Type 2 Diabetes, Guided Imagery, & the Hispanic Connection

I’ve known my good friend, Dr. Jane Jeffrie Seley, DNP, MPH, BC-ADM, CDCES, for over 25 years. She’s a dedicated nurse, professor and researcher, a creative program innovator, and a die-hard health care advocate, provider, and counselor, who’s spent decades showing people with diabetes how to optimize their health, reduce their symptoms, and take ownership of self-care. This is my friend’s passion.

Over the years, I’ve seen her, time and again, go the extra mile (or two… or ten…) for patients and their families. She’ll literally stop what she’s doing to give whatever time, effort or advice is needed from her monsta supply of expertise. For Jane, it’s never been about the honors, positions, awards, degrees, or revenue she’s earned. It’s always about the patient – whether rich or poor, old or young, motivated or utterly dispirited, my dynamo pal Jane is all in.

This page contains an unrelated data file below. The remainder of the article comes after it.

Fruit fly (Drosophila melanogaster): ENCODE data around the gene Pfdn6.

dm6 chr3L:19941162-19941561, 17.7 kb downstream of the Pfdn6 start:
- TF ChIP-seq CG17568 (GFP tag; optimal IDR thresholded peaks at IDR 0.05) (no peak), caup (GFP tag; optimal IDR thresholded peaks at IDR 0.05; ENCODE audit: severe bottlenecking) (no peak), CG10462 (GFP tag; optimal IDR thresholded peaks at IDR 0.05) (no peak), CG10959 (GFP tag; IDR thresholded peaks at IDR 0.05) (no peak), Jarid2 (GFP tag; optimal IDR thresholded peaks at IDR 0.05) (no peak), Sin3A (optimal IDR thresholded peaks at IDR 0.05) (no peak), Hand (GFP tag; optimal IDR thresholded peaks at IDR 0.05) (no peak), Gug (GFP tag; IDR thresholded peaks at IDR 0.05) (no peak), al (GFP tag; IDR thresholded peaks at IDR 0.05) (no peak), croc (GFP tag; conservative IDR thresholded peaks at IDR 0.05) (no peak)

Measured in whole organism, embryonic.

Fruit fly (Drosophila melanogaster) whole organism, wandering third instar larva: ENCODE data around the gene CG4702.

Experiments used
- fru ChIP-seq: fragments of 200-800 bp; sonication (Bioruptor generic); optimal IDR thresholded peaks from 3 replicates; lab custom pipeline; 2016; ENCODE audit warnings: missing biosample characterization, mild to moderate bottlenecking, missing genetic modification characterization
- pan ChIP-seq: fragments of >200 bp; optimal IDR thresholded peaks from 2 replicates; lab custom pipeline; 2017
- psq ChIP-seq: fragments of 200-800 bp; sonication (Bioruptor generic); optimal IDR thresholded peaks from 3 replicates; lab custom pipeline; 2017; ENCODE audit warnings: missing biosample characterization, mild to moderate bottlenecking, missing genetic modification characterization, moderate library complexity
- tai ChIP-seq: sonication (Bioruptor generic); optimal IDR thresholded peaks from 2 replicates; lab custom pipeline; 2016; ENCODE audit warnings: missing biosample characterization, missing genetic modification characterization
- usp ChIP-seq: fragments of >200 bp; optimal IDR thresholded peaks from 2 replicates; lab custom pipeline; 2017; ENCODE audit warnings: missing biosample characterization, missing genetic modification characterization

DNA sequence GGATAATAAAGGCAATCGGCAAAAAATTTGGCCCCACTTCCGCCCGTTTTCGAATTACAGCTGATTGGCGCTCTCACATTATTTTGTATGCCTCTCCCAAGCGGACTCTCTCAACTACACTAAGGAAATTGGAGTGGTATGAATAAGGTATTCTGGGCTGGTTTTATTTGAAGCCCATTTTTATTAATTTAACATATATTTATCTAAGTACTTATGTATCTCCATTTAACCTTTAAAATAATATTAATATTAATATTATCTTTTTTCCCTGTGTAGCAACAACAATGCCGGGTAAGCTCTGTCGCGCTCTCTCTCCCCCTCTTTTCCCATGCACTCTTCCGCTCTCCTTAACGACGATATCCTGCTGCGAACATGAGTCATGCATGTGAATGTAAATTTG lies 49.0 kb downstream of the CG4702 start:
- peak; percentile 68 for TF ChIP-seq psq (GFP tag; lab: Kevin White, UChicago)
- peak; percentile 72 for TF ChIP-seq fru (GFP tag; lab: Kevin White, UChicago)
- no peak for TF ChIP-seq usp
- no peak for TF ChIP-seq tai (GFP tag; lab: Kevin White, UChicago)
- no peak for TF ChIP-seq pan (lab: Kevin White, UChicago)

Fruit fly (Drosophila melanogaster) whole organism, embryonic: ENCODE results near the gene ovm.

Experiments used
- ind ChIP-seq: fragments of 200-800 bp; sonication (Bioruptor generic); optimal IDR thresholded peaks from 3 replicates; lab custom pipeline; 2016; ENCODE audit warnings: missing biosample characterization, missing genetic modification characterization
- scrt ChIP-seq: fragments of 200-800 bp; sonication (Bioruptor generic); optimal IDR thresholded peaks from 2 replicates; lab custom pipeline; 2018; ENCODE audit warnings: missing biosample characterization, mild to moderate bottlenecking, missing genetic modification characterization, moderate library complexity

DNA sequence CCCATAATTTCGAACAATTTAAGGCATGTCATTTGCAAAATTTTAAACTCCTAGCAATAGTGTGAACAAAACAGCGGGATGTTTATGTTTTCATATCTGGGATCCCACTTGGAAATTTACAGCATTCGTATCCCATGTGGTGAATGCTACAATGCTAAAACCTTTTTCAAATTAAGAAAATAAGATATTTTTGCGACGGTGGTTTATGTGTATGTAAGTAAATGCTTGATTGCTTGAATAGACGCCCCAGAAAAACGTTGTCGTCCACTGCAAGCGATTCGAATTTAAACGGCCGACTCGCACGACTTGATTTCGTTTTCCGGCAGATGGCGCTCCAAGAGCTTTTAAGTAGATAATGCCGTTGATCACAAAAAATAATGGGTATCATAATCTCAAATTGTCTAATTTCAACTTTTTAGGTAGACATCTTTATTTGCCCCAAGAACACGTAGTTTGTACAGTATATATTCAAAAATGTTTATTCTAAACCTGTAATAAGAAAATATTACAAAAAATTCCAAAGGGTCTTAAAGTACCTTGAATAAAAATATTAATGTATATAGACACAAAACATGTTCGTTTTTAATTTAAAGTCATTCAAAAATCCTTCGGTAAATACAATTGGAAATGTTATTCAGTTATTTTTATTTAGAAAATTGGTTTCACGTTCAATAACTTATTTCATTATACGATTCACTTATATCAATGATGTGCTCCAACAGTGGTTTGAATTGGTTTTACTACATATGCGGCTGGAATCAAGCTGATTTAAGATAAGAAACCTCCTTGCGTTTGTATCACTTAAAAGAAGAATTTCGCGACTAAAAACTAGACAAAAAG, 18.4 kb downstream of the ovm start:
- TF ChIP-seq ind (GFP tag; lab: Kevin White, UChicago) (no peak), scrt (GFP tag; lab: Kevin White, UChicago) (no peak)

Here she is, talking about guided imagery, diabetes, and some of the unique challenges encountered in Hispanic and Latinx communities.

Most of the risk factors for developing type 2 diabetes (otherwise known as T2D), such as weight, blood pressure and a sedentary lifestyle, are within our power to change. But other factors are not - age, family history, race, and ethnic background.

According to the Center for Disease Control, if you are of Hispanic/Latino descent, your chances of already having T2D is 17%, as compared to non-Hispanic Caucasians, who are at an 8% risk. And if you don’t already have T2D, the lifetime risk for adults of Hispanic heritage is 50%, as compared to 40% for all US adults.